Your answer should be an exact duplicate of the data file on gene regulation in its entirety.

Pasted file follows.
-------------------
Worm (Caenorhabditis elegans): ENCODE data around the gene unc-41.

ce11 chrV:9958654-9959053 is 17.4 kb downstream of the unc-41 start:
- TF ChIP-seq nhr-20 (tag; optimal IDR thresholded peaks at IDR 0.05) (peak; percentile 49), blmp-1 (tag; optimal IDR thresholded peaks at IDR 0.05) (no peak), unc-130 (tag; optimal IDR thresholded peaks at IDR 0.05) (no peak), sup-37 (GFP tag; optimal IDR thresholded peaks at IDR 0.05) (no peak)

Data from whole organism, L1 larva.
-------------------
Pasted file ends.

Worm (Caenorhabditis elegans): ENCODE data around the gene unc-41.

ce11 chrV:9958654-9959053 is 17.4 kb downstream of the unc-41 start:
- TF ChIP-seq nhr-20 (tag; optimal IDR thresholded peaks at IDR 0.05) (peak; percentile 49), blmp-1 (tag; optimal IDR thresholded peaks at IDR 0.05) (no peak), unc-130 (tag; optimal IDR thresholded peaks at IDR 0.05) (no peak), sup-37 (GFP tag; optimal IDR thresholded peaks at IDR 0.05) (no peak)

Data from whole organism, L1 larva.